You should hear the Italian critics talking about Tarantino and "Inglorious Bastards". They run out of superlatives. One of them last night actually shouted "Tarantino is my God". Wow! I, personally, suspect that Tarantino is the result of a generation of TV and bad (now cult) exploitation movies. I enjoy him, don't get me wrong, but I'm not shouting miracle when I still have "The Great Escape", for instance, so fresh in my mind. "Inglorious Basterds" more than any of the other Tarantino films is all about appearances. There is nothing underneath other than references to other movies. Nothing wrong with that in fact I like it but I refuse to treat Quentin Tarantino as a sort of Deity. I can't buy it. I think he should be placed exactly where he belongs among the best of his kind but what kind is that? Never mind, it works. Italian critics who are so prepared to destroy their own - you should read some of the reviews for "Baaria" - are prepared to fall to their knees in front of Tarantino. This are the same critics that last year, the year of "Milk", "Slumdog Millionaire" "Edge Of Heaven", The Wrestler" etc, gave the David de Donatello Award for best picture to "Grand Torino" I want to make sure that I'm making my point clearly. "Inglorious Bastards" is a terrific comedy with most of Tarantino's trademark tricks in place. You'll have a great time with Brad Pitt and an incredible Christoph Waltz as the ultimate Nazi villain but don't expect a masterpiece as declared by some critics. That kind of review damages the film and me the spectator. It forces something on me. As if I was suppose to feel the same otherwise there is something wrong with me. No. I liked it, I recommend it for what it is. Period.
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Tarantino Delivers!!!
b_shaker33323 August 2009
I must admit when I saw the preview for "Inglorious Basterds" I gave myself big expectations. THIS FILM DID NOT Disappoint.

Rarely when I watch a movie with such high-expectations do I have those expectations met or exceeded; this film did that and more. Even more rarely do I clap at the end of a movie, this I and everyone else in the theater did.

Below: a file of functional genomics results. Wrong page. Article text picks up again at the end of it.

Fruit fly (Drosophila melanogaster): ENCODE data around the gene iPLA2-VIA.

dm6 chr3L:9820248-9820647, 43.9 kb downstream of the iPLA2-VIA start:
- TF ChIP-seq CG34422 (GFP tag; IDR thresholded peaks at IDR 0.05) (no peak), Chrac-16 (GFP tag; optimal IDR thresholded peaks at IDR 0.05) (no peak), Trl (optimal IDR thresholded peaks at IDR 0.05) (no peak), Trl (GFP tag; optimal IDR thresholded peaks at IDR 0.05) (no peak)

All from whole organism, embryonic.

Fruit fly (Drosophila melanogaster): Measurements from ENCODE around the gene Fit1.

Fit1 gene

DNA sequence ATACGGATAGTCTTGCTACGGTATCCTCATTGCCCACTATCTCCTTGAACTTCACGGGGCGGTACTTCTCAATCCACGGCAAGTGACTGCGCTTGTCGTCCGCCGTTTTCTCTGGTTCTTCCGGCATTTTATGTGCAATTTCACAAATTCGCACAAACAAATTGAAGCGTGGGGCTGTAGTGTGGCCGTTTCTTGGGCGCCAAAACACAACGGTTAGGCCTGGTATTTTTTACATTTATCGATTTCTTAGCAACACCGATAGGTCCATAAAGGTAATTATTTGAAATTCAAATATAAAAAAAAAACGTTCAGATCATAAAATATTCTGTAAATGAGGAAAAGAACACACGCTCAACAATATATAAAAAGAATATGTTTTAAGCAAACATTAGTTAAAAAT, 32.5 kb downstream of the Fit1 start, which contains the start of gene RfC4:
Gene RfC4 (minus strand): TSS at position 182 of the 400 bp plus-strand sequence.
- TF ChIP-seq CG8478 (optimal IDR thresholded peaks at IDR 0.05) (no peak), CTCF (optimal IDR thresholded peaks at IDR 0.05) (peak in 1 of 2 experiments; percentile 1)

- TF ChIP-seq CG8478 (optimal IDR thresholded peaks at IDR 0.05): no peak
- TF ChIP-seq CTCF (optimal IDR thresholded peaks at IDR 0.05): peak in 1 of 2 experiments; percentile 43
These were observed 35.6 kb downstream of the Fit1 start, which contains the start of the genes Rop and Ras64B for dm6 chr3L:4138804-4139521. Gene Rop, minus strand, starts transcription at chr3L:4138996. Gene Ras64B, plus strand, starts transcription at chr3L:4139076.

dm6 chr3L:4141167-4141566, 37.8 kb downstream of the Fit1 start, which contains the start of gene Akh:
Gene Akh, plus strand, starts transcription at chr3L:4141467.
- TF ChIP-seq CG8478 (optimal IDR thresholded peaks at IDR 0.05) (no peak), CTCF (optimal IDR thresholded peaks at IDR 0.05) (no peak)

I have to say I am a little biased towards Quentin, I grew up with "Pulp Fiction." I watched it when I was 12 and it is still my favorite and most influential film.

However, since then Quentin has not really lived up to his billing. His style was getting a little predictable instead of familiar, the quality honestly wasn't there (I never watched Jackie Brown, and then there's Grindhouse). That is until "Inglorious Basterds." What Quentin did was exactly what was needed for the war genre, a spaghetti western feel that could only be done by Tarantino or Sergio Leone, but seeing how Leone is dead, Tarantino's the self appointed guy on this masterpiece.

So let's look at the movie which I won't give away. The writing was spot on, a beautiful transition between using not one but four different languages in this movie. Not to mention this movie was set up in the classic Tarantino mold, great scenes of rich meaningful dialog and sudden shocking action.

The acting was superb!! Christopher Waltz deserves an Oscar, seriously. I don't say that often, but honestly the man should get one for this movie, he spoke every language in this movie, and delivered with such amazing touch and poise. He stole the show in a movie that everybody was amazingly impressive.

I have no problem building this movie up, because this movie is the best film I've seen all year, and probably all of next year. Quite frankly the more I think about it, this movie may crack my top films of all time, and is Quentin's best movie since "Pulp Fiction." Take it from me, watch this film. I loved it doesn't do this movie enough justice.

I watched it yesterday and I'm still blown away. Thank you Quentin from the bottom of my heart for you making this movie. You're back on top again buddy. I can't say enough for "Inglorious Basterds!"
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offensive, propaganda and rewriting history
adammcadam23 April 2015
I really found this film so bad, the main reason I found it very offensive is that it has a theme of sadistic punishment being carried out against German soldiers by the American Jewish "heroes", and this is supposed to be "justice". Smashing captured German soldiers heads off with a baseball bat, carving swastikas into their foreheads. In Germany everyone age 16-60 had to join the army and most were just decent ordinary people and they in no way deserved to be tortured. Yet this film wants its audience to get satisfaction from seeing German people, any German, being tortured, by a jew.

Mentions of Jewish persecution are also overdone and constant references to the holocaust and stigma over "anti-semitism" is even used as a political tool for Zionist war crimes in Israel today. Did the film show any disabled, homosexuals, gypsies etc being persecuted? Is the film a sob story about the 20 million Russians killed during the war? Of course not it focused 100% on jews and they are the one and only we must feel sorry for, once again as all you can expect from American films.